We need something that rewards the independent entrepreneur again, the people who drove so many innovations in the 1990s and 2000s. This isn’t nostalgia kicking in, seeing the world through rose-coloured glasses while happily ignoring all those businesses that failed. I completely acknowledge there were sites that vanished at the time of the dot-com bust, triggered in no small part by 9-11, the anniversary of which we celebrate today.
   Society needs those distinctive voices, those independent entrepreneurs, those people who are willing to put themselves forward and be judged fairly. What they don’t need are reactionary media who want to silence them out of fear that the world will change too much for them to bear; and big Silicon Valley firms all too happy to join in these days.
   It’s high time the most influential websites served the many rather than the few again.

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Posted in business, culture, globalization, interests, internet, media, politics, publishing, technology, USA | 5 Comments »


Google and Facebook should not head “top brands” lists when consumers do not trust them

10.02.2016

I’ve always been surprised when I see Google or Facebook appear on any “top brands” lists. It’s branding 101 that a strong brand must have loyalty, awareness, positive associations, perceived quality, as well as proprietary assets, based on the model from David Aaker, and implicit in this, I always thought, was trust. You can neither be loyal to something you don’t trust, nor can you have positive brand associations toward it, nor perceive an untrustworthy thing to possess quality. According to a survey from a consultancy, Prophet, which looked at over 400 brands across 27 industries, polling nearly 10,000 customers, we don’t trust either Google or Facebook. Neither makes it into the top 50; those that make it into the top 10 are Apple, Samsung, Microsoft, Netflix, Nike, Chick-fil-A, Amazon, Spotify, Lego, and Sephora. Google slots in at 55th, and Facebook at 98th.
   To me, the Prophet approach makes far more sense, as for years—long before Edward Snowden revealed the extent of us surveillance under PRISM—I had been blogging about privacy gaffes and other serious issues behind both companies.
   People may find Google and Facebook to have utility and enjoyment, yet we willingly volunteer plenty of private information to these sites. We do not trust what they do with this information. Adweek notes that in a separate survey, Facebook was the least trusted brand when it came to personal information, making it worse than the US federal government. There have been so many occasions where users have found certain privacy settings on Facebook altered without their own intervention; and I’ve constantly maintained that, with the bots and spammers I encounter daily on the social network, its claims of user numbers are difficult to accept. In fact, if you have Facebook’s advertising preferences set to reject tracking, the site will not stop doing so, compiling a massive and sometimes inaccurate picture of who you are. What it does with that, given that you have told the site that it should not use that information, is anyone’s guess. It makes you wonder why that data collection continues. At least Google (now) stops tracking advertising pref­erences when you ask it to.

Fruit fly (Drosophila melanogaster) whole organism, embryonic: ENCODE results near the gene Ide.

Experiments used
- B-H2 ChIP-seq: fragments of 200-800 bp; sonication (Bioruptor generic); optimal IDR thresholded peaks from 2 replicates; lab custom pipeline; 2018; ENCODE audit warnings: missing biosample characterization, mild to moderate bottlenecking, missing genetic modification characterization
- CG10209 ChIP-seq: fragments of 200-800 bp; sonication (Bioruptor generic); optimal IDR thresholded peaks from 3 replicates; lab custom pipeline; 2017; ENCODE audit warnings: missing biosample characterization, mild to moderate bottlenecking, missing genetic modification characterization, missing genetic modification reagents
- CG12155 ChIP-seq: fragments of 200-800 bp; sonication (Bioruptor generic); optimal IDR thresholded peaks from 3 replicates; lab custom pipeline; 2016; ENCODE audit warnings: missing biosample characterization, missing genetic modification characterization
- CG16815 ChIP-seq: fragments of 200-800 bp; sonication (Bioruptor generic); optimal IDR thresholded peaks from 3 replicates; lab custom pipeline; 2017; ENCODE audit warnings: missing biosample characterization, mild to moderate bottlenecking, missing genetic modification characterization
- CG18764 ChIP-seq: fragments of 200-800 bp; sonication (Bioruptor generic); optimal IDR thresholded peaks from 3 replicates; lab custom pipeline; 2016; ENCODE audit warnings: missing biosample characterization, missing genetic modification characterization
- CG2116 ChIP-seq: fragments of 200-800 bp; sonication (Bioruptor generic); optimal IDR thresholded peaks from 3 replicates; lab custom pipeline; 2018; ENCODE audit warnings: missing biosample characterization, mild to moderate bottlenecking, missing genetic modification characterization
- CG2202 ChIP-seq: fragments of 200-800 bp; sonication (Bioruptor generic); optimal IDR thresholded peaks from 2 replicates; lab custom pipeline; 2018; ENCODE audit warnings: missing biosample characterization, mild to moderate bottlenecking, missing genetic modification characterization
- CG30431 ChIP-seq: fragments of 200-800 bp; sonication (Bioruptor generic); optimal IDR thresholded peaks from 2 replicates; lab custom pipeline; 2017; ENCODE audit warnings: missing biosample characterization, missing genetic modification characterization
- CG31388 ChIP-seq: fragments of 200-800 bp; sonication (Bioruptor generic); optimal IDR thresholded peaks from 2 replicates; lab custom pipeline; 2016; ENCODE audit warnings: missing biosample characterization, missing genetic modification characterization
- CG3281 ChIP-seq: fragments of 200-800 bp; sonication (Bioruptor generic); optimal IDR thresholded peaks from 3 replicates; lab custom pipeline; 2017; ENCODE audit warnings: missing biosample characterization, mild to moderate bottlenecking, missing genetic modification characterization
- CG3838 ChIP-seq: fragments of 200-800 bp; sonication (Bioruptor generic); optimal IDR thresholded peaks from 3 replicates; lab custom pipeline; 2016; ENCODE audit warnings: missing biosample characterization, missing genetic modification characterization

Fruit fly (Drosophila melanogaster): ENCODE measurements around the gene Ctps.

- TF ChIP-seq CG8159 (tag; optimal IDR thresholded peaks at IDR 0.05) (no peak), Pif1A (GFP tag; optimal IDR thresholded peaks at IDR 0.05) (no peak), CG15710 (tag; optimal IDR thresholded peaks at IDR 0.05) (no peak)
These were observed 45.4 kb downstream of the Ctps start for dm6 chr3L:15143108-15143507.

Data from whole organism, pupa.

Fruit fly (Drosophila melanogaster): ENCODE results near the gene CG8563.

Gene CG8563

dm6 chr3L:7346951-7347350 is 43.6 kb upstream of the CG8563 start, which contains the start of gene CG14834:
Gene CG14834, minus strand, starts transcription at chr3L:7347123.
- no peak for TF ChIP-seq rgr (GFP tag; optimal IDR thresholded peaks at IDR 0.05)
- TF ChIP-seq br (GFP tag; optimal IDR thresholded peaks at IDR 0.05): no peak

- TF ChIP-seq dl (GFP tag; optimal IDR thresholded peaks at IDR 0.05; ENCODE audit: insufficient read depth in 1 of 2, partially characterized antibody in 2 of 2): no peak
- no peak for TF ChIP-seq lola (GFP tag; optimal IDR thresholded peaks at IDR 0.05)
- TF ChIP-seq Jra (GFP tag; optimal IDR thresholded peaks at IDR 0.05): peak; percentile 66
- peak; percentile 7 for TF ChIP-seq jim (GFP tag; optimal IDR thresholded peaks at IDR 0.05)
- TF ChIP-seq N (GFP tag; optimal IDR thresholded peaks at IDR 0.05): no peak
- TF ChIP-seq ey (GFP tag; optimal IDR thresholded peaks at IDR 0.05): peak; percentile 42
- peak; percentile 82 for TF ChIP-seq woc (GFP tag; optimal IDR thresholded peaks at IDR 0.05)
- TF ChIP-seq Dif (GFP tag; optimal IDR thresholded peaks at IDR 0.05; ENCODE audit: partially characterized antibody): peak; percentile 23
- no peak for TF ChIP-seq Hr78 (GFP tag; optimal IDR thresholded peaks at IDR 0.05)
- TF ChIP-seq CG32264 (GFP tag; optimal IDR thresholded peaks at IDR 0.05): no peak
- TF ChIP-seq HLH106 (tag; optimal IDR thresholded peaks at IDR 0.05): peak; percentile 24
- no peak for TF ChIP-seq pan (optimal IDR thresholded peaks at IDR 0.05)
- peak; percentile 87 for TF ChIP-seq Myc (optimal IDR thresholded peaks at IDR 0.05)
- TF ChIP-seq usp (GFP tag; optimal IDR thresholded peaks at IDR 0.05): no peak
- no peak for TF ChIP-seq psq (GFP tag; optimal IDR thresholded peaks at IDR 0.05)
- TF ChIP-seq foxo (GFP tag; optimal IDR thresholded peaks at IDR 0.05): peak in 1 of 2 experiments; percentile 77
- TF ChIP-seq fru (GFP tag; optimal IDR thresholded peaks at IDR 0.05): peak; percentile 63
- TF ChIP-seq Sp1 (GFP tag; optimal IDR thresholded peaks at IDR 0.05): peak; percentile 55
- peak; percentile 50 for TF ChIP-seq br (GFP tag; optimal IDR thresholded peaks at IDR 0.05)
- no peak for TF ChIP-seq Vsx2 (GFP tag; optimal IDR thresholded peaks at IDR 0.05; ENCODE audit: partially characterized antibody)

These surveys indicate that consumers are wising up, and it opens both Google and Face­book up to challenge.
   Google dethroned the biggest website and search engine in the world when it was released, so no one’s position is guaranteed. Duck Duck Go, a search engine far better at privacy, has chipped away at Google’s share; and I find so much Facebook fatigue out there that it could follow Myspace into irrelevance. When I hear those speak of these two companies’ positions as being unassailable, I take it with a grain of salt.
   We already have seen peak Facebook (and Twitter, for that matter), for when it came to Super Bowl stats this year, there was a massive 25 per cent drop in activity. Interestingly, despite the trending #RIPTwitter hashtag last week, I don’t agree with those who think Twitter is heading into oblivion, for the simple fact that the site is less invasive and seemingly more honest than Google and Facebook. Those same experts, after all, said that Google Plus would be the Facebook-killer, while I consistently disagreed from day one.
   The Medinge Group predicted correctly in the early 2000s when it was stated that consumers would desire greater integrity and transparency from all their brands, something reflected in our book, Beyond Branding. I don’t believe that we are so different when it comes to dealing with online brands.